Beta-decay stable isobars

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Beta-decay stable isobars are the set of nuclides which cannot undergo beta decay, that is, the transformation of a neutron to a proton or a proton to a neutron within the nucleus. A subset of these nuclides are also stable with regards to double beta decay or theoretically higher simultaneous beta decay, as they have the lowest energy of all nuclides with the same mass number.

This set of nuclides is also known as the line of beta stability, a term already in common use in 1965.[1] [2]


The line of beta stability can be defined mathematically by finding the nuclide with the greatest binding energy for a given mass number, by a model such as the classical semi-empirical mass formula developed by C. F. Weizsäcker. These nuclides are local maxima in terms of binding energy for a given mass number.

β decay stable / even N
#βDS: One Two Three
2-34 17
36-58 5 7
60-72 5 2
74-116 2 19 1
118-154 2 11 6
156-192 5 14
194-210 6 3
212-260 6 19
Total 48 75 7

All odd mass numbers have only one beta decay stable nuclide.

Among even mass number, seven (96, 124, 130, 136, 148, 150, 154) have three beta-stable nuclides. None have more than three, all others have either one or two.

  • From 2 to 34, all have only one.
  • From 36 to 72, only nine (36, 40, 46, 48, 50, 54, 58, 64, 70) have two, and the remaining 11 have one.
  • From 74 to 122, only three (88, 90, 118) have one, and the remaining 22 have two.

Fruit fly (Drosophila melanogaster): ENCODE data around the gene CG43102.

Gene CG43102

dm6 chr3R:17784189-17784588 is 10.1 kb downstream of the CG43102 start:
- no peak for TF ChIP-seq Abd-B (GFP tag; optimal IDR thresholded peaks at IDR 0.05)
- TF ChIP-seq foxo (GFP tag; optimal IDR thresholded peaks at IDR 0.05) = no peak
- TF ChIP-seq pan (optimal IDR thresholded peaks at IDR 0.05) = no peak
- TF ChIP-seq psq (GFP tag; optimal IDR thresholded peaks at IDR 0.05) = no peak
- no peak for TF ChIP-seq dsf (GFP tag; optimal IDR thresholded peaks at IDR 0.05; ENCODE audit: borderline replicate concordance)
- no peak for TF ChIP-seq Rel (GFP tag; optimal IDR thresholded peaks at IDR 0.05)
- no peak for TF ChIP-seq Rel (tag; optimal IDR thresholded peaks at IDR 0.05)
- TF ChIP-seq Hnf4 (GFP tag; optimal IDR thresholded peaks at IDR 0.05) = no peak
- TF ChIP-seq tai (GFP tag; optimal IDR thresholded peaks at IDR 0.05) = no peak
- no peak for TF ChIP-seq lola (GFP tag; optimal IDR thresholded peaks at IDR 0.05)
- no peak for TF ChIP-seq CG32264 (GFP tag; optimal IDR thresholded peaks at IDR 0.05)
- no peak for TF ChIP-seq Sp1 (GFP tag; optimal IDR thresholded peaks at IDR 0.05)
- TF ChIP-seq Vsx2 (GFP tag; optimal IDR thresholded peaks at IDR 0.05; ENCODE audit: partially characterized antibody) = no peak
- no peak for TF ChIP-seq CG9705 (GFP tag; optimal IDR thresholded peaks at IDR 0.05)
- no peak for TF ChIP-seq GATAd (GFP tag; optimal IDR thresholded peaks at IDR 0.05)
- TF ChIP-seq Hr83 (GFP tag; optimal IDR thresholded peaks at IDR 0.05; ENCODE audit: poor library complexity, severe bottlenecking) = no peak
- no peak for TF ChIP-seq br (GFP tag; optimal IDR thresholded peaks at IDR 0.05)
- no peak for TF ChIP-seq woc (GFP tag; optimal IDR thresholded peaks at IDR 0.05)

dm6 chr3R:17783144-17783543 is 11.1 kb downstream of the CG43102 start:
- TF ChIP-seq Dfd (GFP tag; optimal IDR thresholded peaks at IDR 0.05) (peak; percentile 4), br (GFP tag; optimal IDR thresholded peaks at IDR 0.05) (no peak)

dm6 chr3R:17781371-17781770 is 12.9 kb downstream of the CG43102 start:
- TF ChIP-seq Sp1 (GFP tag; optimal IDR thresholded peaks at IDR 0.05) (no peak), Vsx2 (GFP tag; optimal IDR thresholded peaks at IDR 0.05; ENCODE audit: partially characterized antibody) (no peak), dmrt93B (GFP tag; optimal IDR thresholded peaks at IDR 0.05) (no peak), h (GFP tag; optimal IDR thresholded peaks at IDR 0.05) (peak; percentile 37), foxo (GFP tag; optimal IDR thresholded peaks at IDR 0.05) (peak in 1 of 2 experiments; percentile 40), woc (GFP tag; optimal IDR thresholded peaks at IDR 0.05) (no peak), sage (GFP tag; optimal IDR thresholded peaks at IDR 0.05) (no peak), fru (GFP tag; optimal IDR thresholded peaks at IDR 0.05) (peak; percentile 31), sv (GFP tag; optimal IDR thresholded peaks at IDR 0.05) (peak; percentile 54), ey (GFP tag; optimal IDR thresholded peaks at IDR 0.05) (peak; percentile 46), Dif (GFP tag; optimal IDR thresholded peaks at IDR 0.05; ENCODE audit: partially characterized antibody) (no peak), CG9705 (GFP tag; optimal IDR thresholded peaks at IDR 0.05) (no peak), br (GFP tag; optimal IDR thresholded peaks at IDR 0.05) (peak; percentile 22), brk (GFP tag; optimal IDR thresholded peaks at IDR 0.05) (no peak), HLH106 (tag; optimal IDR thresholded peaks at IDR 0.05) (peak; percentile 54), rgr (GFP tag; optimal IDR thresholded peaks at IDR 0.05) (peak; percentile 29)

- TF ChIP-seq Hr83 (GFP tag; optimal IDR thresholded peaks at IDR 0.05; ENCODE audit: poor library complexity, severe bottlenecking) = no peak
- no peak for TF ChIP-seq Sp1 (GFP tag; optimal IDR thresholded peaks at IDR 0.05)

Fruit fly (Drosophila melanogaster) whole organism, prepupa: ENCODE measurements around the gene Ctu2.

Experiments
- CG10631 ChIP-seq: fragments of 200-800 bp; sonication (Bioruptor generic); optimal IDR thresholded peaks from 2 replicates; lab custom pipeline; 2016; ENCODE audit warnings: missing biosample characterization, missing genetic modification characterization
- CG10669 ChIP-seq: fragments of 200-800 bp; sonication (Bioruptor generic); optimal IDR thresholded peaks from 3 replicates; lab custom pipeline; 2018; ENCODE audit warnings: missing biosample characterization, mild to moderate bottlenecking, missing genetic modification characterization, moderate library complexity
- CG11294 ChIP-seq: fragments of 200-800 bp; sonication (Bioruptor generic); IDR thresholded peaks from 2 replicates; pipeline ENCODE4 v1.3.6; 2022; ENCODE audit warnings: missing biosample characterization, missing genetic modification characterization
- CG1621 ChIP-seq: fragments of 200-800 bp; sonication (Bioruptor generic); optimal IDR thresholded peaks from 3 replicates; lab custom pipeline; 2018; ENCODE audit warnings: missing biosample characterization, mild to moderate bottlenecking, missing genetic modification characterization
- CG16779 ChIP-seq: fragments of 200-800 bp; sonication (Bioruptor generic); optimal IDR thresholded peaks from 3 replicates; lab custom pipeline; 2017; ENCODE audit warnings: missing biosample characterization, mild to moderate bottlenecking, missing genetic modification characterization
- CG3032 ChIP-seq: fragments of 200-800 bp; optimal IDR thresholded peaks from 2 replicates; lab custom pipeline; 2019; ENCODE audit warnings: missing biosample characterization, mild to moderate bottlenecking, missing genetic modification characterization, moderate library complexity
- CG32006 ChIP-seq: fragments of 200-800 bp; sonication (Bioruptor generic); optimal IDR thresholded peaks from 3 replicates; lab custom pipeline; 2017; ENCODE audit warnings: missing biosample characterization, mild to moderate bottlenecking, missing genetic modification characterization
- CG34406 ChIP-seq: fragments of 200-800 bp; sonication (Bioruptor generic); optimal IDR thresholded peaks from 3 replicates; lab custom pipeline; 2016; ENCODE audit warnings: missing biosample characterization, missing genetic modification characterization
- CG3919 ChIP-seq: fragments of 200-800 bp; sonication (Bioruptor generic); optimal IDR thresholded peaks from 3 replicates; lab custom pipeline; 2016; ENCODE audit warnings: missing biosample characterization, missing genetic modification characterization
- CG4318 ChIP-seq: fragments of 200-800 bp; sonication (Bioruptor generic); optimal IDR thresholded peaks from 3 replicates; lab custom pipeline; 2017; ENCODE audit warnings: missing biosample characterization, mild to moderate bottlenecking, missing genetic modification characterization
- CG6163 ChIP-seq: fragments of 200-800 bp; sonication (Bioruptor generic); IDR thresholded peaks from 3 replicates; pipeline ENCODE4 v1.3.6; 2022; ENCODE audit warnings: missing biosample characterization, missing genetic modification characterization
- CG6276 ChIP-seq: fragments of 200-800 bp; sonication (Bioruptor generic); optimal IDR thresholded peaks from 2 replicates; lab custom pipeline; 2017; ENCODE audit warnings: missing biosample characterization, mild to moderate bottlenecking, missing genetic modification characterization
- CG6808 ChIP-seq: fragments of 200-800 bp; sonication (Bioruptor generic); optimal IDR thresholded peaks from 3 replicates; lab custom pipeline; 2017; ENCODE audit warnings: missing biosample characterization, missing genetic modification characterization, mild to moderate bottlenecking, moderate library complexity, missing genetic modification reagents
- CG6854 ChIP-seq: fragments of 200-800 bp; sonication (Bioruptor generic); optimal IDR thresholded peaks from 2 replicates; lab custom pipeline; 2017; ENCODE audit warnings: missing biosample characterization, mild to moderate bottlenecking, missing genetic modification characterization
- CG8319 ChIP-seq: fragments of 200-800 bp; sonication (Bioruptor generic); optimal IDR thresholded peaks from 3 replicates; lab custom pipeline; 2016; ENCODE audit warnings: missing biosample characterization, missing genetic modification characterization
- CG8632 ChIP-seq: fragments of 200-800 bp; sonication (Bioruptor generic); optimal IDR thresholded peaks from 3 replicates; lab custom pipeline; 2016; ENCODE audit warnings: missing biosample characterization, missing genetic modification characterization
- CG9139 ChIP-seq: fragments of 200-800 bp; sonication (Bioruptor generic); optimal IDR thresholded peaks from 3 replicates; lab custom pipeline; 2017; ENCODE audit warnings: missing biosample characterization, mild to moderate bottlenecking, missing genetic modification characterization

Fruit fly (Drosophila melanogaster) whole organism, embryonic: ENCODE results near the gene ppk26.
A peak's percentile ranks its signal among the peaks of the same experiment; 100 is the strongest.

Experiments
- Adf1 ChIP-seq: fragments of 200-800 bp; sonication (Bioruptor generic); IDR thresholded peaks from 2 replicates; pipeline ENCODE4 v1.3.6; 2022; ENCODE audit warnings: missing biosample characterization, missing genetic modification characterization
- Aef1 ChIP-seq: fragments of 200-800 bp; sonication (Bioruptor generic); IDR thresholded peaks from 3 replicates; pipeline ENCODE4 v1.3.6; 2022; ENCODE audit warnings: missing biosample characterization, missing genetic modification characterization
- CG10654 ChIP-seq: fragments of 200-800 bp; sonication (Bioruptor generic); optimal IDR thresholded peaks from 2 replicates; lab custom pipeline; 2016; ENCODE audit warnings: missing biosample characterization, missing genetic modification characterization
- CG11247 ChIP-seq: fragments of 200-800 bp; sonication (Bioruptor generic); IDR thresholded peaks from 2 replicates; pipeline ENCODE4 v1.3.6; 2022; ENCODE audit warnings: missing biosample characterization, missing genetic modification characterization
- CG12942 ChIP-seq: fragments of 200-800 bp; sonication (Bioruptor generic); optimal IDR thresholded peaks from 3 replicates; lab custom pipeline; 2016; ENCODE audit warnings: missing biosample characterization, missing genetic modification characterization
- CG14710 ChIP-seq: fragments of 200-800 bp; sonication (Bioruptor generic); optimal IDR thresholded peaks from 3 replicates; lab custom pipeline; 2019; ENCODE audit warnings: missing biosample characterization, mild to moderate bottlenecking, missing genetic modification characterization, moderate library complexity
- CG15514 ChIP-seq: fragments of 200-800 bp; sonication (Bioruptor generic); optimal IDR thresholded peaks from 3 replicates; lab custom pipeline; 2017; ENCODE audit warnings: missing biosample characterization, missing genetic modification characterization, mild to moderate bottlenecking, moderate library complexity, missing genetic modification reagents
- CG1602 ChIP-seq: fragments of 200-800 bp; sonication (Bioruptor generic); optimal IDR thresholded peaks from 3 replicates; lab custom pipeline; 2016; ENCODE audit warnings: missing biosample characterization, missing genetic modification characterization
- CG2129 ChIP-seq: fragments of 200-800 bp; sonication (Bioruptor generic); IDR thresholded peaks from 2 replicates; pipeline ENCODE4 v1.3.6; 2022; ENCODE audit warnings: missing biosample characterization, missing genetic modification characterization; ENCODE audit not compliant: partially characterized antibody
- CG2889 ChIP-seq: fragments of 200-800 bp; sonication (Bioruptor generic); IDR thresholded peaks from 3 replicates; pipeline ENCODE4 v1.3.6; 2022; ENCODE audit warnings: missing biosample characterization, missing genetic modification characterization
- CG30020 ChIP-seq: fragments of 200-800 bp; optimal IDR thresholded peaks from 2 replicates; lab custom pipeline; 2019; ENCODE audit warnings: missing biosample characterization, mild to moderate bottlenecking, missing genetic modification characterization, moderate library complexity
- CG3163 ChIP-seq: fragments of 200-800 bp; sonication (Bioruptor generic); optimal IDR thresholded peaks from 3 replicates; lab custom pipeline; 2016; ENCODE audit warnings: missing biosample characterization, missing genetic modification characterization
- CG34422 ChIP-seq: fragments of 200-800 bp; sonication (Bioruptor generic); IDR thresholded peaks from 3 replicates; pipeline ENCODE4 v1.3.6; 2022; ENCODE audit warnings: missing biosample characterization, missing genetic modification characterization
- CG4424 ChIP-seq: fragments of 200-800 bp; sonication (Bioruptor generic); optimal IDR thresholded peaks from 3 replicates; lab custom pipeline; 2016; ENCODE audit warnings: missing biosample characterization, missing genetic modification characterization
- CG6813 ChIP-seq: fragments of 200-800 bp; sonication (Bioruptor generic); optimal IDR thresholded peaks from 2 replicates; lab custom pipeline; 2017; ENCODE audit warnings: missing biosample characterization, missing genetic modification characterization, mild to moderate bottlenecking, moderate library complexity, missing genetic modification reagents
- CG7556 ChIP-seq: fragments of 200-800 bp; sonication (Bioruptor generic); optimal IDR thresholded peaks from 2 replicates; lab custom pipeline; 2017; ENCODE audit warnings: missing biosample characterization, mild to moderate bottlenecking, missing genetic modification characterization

• From 124 to 154, only one (140) has one, six have three, and the remaining 9 have two.
  • From 156 to 260, only seventeen have one, and the remaining 36 have two.

All primordial nuclides are beta decay stable, with the exception of 40K, 50V, 87Rb, 113Cd, 115In, 138La, 176Lu, and 187Re. In addition, 123Te and 180mTa have not been observed to decay, but are believed to undergo beta decay with an extremely long half-life (over 1015 years). All elements except technetium and promethium have at least one beta-stable isotope.

List of known beta-decay stable isobars[edit]

Theoretically predicted or experimentally observed double beta-decay (if not dominated by alpha decay or spontaneous fission) is shown by arrows, i.e. arrows point towards the lightest-mass isobar. There are currently known to be 358 beta-decay stable nuclides.[3]

Even N Odd N
Even Z Even A Odd A
Odd Z Odd A Even A
All beta-decay stable isobars with A ≤ 260 sorted by mass number
Odd A Even A Odd A Even A Odd A Even A Odd A Even A
1H 2H 3He 4He 5He (n) 6Li 7Li 8Be (α)
9Be 10B 11B 12C 13C 14N 15N 16O
17O 18O 19F 20Ne 21Ne 22Ne 23Na 24Mg
25Mg 26Mg 27Al 28Si 29Si 30Si 31P 32S
33S 34S 35Cl 36S←36Ar 37Cl 38Ar 39K 40Ar←40Ca
41K 42Ca 43Ca 44Ca 45Sc 46Ca→46Ti 47Ti 48Ca→48Ti
49Ti 50Ti←50Cr 51V 52Cr 53Cr 54Cr←54Fe 55Mn 56Fe
57Fe 58Fe←58Ni 59Co 60Ni 61Ni 62Ni 63Cu 64Ni←64Zn
65Cu 66Zn 67Zn 68Zn 69Ga 70Zn→70Ge 71Ga 72Ge
73Ge 74Ge←74Se 75As 76Ge→76Se 77Se 78Se←78Kr 79Br 80Se→80Kr
81Br 82Se→82Kr 83Kr 84Kr←84Sr 85Rb 86Kr→86Sr 87Sr 88Sr
89Y 90Zr 91Zr 92Zr←92Mo 93Nb 94Zr→94Mo 95Mo 96Zr→96Mo←96Ru
97Mo 98Mo→98Ru 99Ru 100Mo→100Ru 101Ru 102Ru←102Pd 103Rh 104Ru→104Pd
105Pd 106Pd←106Cd 107Ag 108Pd←108Cd 109Ag 110Pd→110Cd 111Cd 112Cd←112Sn
113In 114Cd→114Sn 115Sn 116Cd→116Sn 117Sn 118Sn 119Sn 120Sn←120Te
121Sb 122Sn→122Te 123Sb 124Sn→124Te←124Xe 125Te 126Te←126Xe 127I 128Te→128Xe